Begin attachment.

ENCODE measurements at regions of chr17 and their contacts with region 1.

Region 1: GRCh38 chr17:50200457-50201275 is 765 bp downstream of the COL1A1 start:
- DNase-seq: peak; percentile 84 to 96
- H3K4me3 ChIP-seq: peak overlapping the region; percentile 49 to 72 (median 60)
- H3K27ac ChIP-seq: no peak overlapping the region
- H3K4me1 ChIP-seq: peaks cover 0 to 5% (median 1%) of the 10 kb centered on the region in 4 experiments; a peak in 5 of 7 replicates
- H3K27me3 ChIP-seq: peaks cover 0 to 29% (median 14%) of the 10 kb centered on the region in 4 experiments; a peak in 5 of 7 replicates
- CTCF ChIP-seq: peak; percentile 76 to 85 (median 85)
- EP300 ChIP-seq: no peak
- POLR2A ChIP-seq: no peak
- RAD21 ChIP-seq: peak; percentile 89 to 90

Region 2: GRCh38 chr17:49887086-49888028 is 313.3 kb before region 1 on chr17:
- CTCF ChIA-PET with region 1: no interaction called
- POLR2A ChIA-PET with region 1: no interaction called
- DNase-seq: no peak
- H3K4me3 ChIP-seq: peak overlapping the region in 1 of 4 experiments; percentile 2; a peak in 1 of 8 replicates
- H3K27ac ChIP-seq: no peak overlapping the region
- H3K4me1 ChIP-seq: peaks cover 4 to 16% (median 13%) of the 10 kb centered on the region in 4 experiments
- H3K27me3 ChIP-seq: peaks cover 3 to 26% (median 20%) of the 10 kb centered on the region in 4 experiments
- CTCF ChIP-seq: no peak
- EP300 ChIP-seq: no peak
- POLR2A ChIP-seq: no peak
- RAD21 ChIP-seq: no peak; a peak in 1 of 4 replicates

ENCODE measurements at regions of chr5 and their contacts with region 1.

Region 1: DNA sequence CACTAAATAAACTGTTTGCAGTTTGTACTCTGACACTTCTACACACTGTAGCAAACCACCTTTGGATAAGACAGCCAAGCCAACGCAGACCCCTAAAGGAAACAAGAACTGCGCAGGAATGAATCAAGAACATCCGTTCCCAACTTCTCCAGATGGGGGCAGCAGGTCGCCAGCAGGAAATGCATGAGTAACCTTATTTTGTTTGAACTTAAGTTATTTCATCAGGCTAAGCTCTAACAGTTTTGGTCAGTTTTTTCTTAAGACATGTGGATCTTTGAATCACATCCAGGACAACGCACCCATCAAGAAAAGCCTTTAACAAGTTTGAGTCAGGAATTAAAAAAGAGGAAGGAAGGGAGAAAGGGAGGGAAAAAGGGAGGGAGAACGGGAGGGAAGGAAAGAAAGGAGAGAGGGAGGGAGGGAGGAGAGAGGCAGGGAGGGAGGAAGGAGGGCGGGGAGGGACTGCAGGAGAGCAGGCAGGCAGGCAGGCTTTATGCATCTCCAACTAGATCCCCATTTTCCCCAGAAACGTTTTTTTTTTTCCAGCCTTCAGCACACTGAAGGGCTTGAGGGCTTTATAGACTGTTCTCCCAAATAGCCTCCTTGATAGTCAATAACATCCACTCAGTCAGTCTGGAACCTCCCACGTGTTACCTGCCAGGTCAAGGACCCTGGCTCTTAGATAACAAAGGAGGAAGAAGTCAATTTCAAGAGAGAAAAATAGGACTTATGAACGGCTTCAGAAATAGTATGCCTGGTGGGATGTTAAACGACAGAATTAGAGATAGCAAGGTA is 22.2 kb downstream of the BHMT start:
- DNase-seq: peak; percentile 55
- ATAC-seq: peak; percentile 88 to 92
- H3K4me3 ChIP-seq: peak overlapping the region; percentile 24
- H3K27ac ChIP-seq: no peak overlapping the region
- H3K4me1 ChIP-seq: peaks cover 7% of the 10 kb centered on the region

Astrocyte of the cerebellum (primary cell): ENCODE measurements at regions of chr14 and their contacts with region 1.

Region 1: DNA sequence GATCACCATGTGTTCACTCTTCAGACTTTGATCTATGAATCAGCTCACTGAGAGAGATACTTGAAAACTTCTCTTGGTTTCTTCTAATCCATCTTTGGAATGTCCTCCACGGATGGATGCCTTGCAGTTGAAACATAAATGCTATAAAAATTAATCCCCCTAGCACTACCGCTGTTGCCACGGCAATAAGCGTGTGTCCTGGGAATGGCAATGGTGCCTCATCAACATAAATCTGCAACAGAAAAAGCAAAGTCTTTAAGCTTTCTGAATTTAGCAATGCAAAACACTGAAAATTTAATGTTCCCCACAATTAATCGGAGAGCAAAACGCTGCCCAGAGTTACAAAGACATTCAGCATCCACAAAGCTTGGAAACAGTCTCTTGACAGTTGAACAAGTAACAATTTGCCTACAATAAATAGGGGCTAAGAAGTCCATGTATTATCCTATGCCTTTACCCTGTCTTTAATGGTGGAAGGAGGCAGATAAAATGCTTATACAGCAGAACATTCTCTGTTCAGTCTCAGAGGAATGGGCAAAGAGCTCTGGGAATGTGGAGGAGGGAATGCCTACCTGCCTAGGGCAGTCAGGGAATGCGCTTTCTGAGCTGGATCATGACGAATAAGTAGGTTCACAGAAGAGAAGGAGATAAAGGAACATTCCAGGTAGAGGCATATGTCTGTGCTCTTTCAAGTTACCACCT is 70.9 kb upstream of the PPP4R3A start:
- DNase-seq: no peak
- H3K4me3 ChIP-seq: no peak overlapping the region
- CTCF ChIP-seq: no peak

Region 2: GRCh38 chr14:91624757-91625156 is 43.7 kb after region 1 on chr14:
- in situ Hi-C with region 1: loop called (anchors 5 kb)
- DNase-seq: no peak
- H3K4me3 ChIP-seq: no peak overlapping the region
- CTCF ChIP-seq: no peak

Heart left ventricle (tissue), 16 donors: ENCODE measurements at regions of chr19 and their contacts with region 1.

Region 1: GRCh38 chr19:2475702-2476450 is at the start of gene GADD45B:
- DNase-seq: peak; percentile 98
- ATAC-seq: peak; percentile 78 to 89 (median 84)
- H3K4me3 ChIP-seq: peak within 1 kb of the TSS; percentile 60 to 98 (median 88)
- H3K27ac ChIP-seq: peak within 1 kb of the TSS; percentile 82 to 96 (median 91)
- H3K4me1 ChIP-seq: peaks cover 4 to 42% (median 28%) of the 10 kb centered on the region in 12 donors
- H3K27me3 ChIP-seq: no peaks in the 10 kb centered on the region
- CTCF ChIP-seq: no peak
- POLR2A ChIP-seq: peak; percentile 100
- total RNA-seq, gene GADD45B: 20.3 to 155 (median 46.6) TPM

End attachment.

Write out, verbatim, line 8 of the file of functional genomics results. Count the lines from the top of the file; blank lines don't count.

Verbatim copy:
- CTCF ChIP-seq: peak; percentile 76 to 85 (median 85)